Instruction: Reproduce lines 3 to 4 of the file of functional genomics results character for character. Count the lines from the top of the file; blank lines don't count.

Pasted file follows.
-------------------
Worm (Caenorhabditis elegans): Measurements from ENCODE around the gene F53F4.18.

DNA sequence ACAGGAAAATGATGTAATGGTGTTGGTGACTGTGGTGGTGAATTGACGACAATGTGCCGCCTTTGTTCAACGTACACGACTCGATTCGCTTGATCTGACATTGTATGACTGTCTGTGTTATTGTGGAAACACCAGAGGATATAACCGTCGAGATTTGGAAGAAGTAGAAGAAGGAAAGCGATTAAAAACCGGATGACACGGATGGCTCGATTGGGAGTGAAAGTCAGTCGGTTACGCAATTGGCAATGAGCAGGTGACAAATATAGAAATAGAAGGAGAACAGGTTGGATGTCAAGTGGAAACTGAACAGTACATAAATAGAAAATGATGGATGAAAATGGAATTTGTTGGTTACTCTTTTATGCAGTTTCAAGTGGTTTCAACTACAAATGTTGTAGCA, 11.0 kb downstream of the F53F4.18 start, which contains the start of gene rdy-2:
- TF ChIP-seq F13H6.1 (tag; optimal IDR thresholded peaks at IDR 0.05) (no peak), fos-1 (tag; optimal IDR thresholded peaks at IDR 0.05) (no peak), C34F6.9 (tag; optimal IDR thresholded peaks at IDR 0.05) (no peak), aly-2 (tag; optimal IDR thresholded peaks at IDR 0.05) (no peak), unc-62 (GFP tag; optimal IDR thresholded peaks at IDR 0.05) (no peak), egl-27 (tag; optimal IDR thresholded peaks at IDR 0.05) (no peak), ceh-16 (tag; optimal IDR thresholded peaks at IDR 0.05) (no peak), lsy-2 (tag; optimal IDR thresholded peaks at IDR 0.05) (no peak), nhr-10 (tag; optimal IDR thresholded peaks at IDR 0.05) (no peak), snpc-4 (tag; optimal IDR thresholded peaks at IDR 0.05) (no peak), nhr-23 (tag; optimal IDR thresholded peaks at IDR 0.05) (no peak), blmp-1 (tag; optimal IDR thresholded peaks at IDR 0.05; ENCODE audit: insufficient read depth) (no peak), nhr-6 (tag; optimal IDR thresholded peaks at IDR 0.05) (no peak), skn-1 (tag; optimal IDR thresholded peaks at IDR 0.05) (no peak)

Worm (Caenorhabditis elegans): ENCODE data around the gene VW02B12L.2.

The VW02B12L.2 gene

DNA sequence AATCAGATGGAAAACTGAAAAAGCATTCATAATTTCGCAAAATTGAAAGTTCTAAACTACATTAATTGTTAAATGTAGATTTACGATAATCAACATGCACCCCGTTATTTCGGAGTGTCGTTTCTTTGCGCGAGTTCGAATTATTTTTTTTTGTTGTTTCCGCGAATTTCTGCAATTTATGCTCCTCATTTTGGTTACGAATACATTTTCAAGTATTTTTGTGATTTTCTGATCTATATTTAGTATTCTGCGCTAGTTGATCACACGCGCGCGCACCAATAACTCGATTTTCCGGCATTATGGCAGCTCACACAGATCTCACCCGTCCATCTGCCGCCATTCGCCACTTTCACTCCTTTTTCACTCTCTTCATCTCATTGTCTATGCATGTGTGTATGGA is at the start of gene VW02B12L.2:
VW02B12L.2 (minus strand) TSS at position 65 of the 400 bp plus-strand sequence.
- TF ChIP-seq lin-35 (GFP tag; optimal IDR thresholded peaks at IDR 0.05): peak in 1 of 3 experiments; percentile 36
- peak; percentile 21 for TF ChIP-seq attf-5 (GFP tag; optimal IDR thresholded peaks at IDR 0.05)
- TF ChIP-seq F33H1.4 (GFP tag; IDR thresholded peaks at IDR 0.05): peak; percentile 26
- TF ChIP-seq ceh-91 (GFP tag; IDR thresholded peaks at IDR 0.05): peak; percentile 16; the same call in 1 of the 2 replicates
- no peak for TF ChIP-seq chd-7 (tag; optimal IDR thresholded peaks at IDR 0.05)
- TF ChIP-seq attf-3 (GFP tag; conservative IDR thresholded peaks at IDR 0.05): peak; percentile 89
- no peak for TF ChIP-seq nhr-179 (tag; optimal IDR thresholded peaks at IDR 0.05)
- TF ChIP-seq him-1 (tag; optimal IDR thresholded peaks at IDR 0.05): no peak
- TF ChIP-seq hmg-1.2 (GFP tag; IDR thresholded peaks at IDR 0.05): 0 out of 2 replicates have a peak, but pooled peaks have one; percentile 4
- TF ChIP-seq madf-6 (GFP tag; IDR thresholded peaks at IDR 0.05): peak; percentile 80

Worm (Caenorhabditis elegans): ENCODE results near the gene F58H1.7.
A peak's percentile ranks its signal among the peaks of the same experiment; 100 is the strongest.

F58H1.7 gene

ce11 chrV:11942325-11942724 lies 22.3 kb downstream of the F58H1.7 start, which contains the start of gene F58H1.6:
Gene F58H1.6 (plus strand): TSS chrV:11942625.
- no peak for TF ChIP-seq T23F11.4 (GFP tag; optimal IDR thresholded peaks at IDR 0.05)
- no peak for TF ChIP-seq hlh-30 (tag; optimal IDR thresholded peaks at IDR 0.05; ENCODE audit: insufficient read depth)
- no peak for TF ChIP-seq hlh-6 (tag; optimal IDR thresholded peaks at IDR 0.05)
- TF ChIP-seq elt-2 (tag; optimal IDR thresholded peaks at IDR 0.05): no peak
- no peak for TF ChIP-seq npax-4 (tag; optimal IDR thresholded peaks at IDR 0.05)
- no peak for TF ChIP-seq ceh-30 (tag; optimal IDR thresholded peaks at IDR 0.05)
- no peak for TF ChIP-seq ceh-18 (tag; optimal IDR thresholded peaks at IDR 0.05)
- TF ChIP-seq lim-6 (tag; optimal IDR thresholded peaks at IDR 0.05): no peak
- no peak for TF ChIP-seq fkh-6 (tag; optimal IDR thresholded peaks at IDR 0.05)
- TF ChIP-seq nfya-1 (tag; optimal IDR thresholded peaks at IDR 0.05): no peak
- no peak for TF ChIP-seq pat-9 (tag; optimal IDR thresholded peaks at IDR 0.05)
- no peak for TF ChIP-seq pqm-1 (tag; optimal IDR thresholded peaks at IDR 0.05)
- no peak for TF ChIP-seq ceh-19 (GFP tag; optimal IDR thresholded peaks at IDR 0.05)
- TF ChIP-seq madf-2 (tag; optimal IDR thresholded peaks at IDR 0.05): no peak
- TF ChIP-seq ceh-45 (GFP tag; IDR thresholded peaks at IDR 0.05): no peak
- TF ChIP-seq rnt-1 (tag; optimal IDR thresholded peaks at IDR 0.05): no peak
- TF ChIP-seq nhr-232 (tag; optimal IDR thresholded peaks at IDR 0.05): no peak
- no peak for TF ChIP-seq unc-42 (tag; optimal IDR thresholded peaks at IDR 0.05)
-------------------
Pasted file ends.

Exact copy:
- TF ChIP-seq F13H6.1 (tag; optimal IDR thresholded peaks at IDR 0.05) (no peak), fos-1 (tag; optimal IDR thresholded peaks at IDR 0.05) (no peak), C34F6.9 (tag; optimal IDR thresholded peaks at IDR 0.05) (no peak), aly-2 (tag; optimal IDR thresholded peaks at IDR 0.05) (no peak), unc-62 (GFP tag; optimal IDR thresholded peaks at IDR 0.05) (no peak), egl-27 (tag; optimal IDR thresholded peaks at IDR 0.05) (no peak), ceh-16 (tag; optimal IDR thresholded peaks at IDR 0.05) (no peak), lsy-2 (tag; optimal IDR thresholded peaks at IDR 0.05) (no peak), nhr-10 (tag; optimal IDR thresholded peaks at IDR 0.05) (no peak), snpc-4 (tag; optimal IDR thresholded peaks at IDR 0.05) (no peak), nhr-23 (tag; optimal IDR thresholded peaks at IDR 0.05) (no peak), blmp-1 (tag; optimal IDR thresholded peaks at IDR 0.05; ENCODE audit: insufficient read depth) (no peak), nhr-6 (tag; optimal IDR thresholded peaks at IDR 0.05) (no peak), skn-1 (tag; optimal IDR thresholded peaks at IDR 0.05) (no peak)

Worm (Caenorhabditis elegans): ENCODE data around the gene VW02B12L.2.